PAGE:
here is a link to the article:
I'm with Crouch Hill Park
Thanks for the link David - very good article.

What I don't understand is that Islington provides free school meals to primary age children regardless of income if they complete a form:

So is the label poorest school incorrect? I know there are much poorer schools in Hackney.
It's been really good getting all these comments about Duncombe - thank you everyone.

Jenny L wrote "Assuming you are looking for a school for your child are there any other schools 
you are considering?"

Looking at ofsted our closest options are:
Duncombe Primary School (0.1 miles)
St Mark's CofE Primary School (0.3 miles)
Ashmount Primary School (0.4 miles)
Christ The King RC Primary School (0.5 miles)
St Gildas' RC Junior School (0.5 miles)

Their Ofsted reports give them the same rating of 2 Good, excepet St Gildas' which is 1 outstanding. 

Oldest daughter is 4, so we'll be an in-year admission and we'll be on a waiting list no doubt. As she's under 5, the Government doesn't have to provide a school place - so she might be at home until the next academic year (September 2013).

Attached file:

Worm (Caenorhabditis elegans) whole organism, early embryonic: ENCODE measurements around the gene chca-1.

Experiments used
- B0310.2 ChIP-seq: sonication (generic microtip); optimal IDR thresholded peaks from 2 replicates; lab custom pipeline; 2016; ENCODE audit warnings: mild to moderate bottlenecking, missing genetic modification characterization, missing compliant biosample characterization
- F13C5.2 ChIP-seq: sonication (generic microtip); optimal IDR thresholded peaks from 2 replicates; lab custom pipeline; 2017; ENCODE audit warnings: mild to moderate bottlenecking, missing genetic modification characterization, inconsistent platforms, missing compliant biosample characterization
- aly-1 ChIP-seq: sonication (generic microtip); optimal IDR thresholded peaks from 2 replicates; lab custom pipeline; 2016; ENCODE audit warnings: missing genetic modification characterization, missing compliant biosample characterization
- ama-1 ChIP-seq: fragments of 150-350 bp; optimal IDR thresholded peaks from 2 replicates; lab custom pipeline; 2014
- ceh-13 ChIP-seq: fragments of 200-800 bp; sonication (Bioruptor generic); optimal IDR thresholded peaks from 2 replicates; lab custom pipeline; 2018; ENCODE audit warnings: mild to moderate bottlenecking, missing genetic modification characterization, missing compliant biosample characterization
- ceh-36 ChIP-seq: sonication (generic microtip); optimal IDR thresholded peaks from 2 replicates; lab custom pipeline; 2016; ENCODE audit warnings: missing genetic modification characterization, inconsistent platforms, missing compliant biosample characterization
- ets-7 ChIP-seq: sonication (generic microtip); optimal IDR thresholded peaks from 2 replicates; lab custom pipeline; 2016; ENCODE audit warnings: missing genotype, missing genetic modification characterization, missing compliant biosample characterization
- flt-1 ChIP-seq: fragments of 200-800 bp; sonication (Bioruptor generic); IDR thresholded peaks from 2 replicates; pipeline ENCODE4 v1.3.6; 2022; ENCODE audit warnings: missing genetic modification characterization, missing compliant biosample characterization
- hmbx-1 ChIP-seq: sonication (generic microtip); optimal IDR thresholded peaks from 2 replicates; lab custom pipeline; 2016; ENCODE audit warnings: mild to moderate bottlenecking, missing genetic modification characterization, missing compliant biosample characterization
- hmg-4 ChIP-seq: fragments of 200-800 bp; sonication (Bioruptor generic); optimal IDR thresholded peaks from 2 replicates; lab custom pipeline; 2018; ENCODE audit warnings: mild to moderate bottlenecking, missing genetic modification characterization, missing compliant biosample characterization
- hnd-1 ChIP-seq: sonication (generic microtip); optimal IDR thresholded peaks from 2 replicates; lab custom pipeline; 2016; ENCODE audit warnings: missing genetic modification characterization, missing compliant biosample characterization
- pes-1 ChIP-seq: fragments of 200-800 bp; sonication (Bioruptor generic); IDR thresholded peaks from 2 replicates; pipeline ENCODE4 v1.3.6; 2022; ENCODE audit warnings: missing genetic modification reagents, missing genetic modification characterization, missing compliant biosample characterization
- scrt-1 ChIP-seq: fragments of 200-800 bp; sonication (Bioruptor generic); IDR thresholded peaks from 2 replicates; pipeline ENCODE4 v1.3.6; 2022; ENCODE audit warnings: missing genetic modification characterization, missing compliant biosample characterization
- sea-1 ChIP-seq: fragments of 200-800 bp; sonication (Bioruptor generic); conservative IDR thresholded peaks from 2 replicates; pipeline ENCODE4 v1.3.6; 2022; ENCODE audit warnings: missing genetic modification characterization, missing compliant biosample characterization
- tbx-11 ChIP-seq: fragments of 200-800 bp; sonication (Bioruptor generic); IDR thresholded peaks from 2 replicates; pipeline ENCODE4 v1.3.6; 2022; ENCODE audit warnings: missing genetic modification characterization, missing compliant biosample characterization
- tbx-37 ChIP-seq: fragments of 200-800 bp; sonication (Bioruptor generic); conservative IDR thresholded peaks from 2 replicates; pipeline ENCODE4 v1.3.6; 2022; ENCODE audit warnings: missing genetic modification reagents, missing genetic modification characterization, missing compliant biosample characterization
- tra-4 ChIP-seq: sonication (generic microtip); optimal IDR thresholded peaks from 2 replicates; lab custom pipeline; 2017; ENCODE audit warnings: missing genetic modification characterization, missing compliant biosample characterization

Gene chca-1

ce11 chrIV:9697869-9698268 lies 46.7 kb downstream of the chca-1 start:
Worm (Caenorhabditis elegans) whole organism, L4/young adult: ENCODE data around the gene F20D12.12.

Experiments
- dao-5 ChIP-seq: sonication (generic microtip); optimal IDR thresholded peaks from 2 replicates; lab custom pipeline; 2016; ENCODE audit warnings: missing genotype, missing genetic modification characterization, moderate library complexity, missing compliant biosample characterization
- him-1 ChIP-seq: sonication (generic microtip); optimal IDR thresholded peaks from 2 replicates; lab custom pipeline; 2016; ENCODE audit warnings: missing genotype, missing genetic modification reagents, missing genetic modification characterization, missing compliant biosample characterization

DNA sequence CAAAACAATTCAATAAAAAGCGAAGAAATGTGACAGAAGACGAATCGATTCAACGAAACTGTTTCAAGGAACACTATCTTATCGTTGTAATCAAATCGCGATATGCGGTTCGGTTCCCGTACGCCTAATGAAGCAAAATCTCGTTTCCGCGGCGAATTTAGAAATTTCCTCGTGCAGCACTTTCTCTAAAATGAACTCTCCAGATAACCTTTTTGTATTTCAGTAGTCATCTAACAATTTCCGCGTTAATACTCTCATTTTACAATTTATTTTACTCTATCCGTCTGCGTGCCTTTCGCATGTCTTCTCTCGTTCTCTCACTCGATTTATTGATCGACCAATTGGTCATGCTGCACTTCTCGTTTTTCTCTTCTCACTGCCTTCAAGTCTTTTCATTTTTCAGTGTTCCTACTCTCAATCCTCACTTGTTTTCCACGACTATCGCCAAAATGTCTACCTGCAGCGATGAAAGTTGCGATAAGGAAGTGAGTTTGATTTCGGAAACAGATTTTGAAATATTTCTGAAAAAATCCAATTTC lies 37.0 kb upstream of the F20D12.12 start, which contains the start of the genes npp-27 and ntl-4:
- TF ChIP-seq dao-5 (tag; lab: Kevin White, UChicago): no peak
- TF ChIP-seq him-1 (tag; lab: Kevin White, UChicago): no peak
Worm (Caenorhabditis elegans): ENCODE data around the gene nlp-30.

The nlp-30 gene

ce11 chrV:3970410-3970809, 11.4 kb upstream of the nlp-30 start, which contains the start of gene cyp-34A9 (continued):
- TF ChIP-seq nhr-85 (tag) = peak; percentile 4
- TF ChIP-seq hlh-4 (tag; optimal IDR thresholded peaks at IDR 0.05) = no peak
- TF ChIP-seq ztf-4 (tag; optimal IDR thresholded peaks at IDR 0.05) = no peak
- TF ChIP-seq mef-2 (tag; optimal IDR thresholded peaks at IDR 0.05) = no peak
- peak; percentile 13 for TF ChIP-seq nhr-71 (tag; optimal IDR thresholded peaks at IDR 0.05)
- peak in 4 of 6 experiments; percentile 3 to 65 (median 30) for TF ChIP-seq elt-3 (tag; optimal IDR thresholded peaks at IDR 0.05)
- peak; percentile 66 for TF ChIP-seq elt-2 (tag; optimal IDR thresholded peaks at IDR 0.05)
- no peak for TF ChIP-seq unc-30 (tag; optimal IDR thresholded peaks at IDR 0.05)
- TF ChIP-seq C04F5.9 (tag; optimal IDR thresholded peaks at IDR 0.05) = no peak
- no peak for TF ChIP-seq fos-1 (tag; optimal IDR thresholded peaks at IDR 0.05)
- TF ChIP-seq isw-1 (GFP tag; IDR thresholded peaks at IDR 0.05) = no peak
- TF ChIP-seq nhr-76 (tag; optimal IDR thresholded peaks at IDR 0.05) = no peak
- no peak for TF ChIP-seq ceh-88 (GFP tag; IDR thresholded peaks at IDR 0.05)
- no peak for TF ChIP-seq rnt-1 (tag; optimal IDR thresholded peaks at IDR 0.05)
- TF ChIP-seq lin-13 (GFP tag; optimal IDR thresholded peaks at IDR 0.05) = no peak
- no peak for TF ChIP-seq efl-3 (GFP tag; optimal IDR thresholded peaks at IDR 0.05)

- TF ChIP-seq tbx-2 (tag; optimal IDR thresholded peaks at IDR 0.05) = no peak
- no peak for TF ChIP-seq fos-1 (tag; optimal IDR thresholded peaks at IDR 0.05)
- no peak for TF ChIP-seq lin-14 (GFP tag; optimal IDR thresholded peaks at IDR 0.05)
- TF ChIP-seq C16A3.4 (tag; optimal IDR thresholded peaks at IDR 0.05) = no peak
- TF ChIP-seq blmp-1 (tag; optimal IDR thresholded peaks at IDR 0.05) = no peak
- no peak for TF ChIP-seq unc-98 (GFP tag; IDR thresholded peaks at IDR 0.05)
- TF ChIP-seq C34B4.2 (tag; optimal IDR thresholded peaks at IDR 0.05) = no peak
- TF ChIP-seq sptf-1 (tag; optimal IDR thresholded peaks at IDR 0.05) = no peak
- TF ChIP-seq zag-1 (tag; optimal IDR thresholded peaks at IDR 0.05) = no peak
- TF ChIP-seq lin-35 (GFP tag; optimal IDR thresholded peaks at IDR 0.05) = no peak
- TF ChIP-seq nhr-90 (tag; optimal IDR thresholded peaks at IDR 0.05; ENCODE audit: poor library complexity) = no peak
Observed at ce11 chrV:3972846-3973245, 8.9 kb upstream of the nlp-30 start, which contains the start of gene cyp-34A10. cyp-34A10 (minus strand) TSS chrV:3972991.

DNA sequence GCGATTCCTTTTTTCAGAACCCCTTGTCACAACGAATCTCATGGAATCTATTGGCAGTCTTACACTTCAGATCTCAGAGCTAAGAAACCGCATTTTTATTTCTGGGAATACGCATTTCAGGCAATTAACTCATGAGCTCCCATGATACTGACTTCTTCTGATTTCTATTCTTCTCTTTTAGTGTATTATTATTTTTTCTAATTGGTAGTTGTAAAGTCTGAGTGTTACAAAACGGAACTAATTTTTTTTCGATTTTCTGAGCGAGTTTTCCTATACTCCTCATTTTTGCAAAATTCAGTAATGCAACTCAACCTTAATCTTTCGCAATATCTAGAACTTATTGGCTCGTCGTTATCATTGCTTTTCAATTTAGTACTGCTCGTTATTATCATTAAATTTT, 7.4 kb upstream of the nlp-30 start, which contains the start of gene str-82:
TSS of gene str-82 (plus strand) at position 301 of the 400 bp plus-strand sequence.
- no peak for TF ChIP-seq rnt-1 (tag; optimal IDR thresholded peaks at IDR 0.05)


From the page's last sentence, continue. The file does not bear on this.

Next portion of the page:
Any feedback on the other four schools (St Mark's, Ashmount, Christ the King and St Gildas) would be appreciated!
Pamela V
I thought Councillor West fought for free school meals did she only fight for Duncombe?
Jenny L
As far as I'm aware you still have to fill out the form regarding your circumstances for them to evaluate your means regardless of the fact they provide free meals to everyone that's how they come up with that statistic?!

Jon I almost had to wait for a in-year admission as I declined duncombe(I'd removed her from there already) and was offered Copenhagen! Luckly a place at Christ the king came up end of June so and thankful for that.

With regards to Christ the king, it seems like a good school- we are only 7 weeks in so still fairly new to it but my daughter is coming on nicely and has learned a few things :) they are not very strict for a catholic school which I was very shocked at but the reception teachers a lovely! My only gripe is that it's abit like a cattle farm trying to get the kids into class but apart from all is good at the moment.

Is you distance to ashmount calculated on the new or old school for ashmount? If I had to prioritise your school choice then I would say ashmount, CTK, st gildas, st marks then duncombe but that's just my opinion others may disagree. Although duncombe is my least fav it is still over subscribed as another's little girls whose mum I still talk to listed it as first choice, attended the nursery full time still did not get in and that was with appeal. She ended up in Stroud green.

It's a crying shame that all schools aren't at the same levels so we did not have to worry about our childrens education.